Hardly! Much better to rake in the cash outbilling Southerners with their trigger warnings and support rabbits.


D Brent

Ooooh, you’re ard…



You wouldn’t say that to my face, you would wet yourself clutching your teddy bear.

Doctor shrink

I’m just spitballing here but it sounds like someone is using LC as a medium to express deep-rooted childhood trauma.

Magic C

For me it all started with imposter syndrome, then stress and burnout, then anxiety, then anxiety and depression.

All the lip service these firms give to mental health doesn’t count for much and it takes a lot to go wrong for anyone to actually think you need any material help.



Sounds like there were lots of signs you were not cut out for the job but you kept ignoring them.


Career Changer

That’s an unfair thing to say.

When people struggle as a result of not being given the right support or the best environment to work in, it does not mean they are “not cut out” for the legal profession. It means the profession needs to be more flexible for people with different needs and requirements. It’s a key performance indicator for driving diversity/inclusion and creating the best lawyers. That’s the whole point of providing soft skills and resilience promoting courses: so diverse talent is retained by firms.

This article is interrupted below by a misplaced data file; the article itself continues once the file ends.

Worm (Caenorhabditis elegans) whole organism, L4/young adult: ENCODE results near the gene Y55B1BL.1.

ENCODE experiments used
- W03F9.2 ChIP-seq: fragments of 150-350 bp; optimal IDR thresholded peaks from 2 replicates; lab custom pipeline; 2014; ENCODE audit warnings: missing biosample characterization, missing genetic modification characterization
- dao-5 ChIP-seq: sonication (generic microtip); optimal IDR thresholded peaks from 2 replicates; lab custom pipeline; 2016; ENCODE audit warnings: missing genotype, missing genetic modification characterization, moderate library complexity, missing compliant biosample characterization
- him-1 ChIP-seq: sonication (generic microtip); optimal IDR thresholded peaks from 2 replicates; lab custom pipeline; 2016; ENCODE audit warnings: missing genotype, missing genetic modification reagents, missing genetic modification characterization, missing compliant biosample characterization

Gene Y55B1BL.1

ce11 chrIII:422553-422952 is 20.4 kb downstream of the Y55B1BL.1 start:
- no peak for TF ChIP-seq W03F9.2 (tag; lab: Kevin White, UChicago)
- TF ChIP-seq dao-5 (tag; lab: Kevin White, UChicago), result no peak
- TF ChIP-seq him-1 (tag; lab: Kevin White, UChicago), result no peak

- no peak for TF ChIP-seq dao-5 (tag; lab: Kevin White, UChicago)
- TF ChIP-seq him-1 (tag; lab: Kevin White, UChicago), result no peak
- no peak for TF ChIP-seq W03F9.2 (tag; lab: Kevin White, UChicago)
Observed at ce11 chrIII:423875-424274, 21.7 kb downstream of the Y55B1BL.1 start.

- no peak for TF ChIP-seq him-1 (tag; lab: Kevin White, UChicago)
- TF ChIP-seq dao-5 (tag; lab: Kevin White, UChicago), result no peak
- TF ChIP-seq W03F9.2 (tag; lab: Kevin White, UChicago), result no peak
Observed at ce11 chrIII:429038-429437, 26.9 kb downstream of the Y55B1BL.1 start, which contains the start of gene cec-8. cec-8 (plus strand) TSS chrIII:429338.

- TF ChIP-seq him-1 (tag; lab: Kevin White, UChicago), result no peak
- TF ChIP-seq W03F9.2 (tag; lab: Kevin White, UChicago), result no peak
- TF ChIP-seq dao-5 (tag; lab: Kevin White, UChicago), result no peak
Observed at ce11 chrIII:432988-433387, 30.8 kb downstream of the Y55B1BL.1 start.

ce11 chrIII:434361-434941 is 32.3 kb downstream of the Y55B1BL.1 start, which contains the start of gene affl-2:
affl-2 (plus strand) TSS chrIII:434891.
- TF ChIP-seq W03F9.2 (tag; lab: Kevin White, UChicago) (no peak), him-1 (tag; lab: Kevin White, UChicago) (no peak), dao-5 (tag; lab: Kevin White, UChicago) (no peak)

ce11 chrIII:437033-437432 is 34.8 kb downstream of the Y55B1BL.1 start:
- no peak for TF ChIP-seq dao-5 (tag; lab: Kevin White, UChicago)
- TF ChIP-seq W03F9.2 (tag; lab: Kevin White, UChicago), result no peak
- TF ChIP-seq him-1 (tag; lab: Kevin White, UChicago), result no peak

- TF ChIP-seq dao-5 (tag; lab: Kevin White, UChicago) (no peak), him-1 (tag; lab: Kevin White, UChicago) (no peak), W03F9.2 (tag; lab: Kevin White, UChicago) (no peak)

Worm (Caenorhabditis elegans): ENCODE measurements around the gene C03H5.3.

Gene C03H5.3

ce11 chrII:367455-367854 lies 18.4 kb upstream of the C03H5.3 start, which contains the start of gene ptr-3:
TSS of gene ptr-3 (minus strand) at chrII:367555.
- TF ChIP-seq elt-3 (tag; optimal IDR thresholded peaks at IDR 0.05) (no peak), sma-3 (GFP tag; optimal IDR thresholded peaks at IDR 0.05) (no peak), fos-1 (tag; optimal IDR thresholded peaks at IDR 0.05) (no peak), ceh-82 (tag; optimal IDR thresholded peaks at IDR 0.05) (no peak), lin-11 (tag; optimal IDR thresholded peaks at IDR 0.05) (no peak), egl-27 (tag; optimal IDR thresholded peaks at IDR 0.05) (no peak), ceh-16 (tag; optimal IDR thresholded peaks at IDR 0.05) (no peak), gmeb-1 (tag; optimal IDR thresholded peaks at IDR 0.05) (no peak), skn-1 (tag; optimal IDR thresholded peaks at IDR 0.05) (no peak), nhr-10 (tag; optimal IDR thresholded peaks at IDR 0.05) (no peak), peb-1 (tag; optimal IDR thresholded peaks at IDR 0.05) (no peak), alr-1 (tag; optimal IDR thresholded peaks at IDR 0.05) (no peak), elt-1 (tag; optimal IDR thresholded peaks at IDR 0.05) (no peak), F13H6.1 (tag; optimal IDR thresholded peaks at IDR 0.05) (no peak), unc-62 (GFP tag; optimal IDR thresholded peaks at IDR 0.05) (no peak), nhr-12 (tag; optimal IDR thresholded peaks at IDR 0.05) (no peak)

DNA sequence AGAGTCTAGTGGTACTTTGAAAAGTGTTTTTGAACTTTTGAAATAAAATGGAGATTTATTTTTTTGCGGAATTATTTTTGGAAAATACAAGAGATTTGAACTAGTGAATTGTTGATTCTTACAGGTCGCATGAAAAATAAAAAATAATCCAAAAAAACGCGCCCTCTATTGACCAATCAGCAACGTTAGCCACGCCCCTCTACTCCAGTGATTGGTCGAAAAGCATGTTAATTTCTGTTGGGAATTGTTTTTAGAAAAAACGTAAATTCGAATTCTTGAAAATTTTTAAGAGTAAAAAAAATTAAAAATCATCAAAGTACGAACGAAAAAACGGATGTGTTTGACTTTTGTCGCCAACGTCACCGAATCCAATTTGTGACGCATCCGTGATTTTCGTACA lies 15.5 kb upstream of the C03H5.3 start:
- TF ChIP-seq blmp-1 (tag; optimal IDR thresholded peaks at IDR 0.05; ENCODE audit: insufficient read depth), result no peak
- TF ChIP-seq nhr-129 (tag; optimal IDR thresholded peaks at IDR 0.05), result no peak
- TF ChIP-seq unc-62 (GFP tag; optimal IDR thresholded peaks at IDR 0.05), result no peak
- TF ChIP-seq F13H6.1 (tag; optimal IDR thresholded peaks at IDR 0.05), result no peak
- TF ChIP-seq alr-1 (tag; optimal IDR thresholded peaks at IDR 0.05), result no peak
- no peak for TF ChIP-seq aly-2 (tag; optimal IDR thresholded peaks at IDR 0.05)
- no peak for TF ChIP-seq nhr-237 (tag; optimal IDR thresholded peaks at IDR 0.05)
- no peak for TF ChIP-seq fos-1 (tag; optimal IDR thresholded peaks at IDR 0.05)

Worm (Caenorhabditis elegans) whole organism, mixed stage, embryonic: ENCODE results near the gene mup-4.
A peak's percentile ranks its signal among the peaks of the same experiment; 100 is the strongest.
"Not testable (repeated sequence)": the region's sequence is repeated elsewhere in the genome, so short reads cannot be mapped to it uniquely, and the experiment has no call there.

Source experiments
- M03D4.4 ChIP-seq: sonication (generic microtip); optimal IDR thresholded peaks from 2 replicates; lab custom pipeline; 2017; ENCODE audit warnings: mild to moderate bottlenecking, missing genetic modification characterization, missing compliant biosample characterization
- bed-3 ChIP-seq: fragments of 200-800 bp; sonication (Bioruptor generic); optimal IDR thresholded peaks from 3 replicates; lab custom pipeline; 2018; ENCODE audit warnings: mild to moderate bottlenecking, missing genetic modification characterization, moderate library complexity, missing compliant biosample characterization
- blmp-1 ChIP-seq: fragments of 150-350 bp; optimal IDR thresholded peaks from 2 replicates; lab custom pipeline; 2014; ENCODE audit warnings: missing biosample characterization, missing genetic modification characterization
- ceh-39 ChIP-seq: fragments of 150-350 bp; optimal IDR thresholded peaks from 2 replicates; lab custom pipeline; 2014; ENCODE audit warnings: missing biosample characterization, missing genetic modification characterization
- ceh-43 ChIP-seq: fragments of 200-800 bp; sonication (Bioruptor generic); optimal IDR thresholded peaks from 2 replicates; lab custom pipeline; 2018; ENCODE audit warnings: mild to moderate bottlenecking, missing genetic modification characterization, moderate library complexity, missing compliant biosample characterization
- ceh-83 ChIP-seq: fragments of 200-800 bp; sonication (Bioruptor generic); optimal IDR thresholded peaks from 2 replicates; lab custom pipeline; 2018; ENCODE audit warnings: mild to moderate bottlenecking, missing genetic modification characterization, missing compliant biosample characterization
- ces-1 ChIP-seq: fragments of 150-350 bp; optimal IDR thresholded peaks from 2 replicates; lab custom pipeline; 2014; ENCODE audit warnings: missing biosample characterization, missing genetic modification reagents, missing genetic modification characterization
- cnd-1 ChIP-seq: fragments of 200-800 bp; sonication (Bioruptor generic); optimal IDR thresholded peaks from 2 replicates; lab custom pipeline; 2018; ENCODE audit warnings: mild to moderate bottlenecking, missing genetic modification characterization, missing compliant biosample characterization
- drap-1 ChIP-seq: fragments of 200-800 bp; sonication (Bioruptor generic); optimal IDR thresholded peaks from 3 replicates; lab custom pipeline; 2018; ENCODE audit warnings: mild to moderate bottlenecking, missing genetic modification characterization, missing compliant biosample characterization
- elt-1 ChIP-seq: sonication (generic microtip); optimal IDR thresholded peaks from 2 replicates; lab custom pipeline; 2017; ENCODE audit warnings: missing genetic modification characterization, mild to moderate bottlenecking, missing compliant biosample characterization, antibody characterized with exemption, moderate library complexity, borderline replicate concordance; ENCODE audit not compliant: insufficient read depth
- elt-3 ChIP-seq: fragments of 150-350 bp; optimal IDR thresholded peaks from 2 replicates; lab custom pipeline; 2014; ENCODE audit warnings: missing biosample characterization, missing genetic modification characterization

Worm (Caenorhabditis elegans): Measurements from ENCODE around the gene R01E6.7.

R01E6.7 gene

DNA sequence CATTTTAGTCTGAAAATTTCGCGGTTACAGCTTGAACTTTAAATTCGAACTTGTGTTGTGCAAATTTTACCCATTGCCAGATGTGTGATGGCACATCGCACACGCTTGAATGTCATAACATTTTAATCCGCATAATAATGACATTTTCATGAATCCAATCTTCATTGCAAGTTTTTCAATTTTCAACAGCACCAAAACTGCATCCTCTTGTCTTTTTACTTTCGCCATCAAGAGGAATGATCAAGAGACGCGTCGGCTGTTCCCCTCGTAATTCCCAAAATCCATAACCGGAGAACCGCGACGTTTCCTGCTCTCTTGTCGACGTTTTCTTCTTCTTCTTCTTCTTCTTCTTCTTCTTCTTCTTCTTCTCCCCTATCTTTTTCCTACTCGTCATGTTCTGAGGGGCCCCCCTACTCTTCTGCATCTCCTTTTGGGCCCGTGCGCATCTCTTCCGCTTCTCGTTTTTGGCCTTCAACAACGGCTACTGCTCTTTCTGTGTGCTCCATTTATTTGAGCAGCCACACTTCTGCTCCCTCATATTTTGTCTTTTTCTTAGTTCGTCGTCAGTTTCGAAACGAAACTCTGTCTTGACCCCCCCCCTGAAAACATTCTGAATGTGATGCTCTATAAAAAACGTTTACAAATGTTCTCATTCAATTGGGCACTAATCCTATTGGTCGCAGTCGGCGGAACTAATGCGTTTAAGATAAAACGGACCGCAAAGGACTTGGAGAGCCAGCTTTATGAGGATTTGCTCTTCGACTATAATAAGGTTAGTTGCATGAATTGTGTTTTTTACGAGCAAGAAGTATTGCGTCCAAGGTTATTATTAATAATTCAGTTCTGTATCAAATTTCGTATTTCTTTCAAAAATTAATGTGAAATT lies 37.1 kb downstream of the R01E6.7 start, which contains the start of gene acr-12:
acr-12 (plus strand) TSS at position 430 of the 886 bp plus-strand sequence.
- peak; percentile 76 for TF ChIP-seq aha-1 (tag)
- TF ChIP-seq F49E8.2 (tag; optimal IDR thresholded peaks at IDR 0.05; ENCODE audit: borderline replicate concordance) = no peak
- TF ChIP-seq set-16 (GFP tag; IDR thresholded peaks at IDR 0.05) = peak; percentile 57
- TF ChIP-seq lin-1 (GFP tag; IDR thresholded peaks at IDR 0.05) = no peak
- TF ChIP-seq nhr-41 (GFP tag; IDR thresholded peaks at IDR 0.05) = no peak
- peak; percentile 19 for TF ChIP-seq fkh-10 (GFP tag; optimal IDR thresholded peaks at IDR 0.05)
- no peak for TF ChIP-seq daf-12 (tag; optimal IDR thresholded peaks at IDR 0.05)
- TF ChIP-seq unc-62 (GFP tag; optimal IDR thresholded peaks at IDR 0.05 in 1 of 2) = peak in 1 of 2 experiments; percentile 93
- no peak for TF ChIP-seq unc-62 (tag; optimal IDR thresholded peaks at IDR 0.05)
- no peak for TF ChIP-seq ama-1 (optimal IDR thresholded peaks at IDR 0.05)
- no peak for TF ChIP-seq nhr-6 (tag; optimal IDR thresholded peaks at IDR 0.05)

I have worked in a few different sectors before deciding to pursue a career in law. I have found legal teams usually have either:

a) managers/supervisors who are never offered leadership, coaching or management training; and

b) workplace cultures that expect you to do everything whilst providing little support.

This indicates to me that it’s the profession that is not up-to-date with modern employee requirements/support systems and just sticks with the status quo. It’s not working anymore, and organisations like Ashurst are trying to promote a positive environment.



If there are plenty who can handle it, why pander to those that can’t?


Be better

Given the associate shortage in the City, there clearly aren’t. Not enough to keep up with business need anyway

Career Changer

Are there plenty of people who can “handle” it, or are they just “surviving” it? There’s a difference. Being competent to “handle” something requires experience and training, whether you attain this yourself or through others. You can not become a competent lawyer without support.

I’d rather be the person who asks “why can’t we try something different” than not trying at all. If you think that supporting people is pandering, then that’s part of the problem.


They are, by definition, “not cut out” for the job if they need special treatment to do what everyone else is doing. Law firms are not your mummy. They aren’t there to look after you. That’s why resilience is one of the main things they look out for. Maybe lower tier firms like CMS are more willing to give you the flexibility that you’re talking about but absolutely no serious firm will.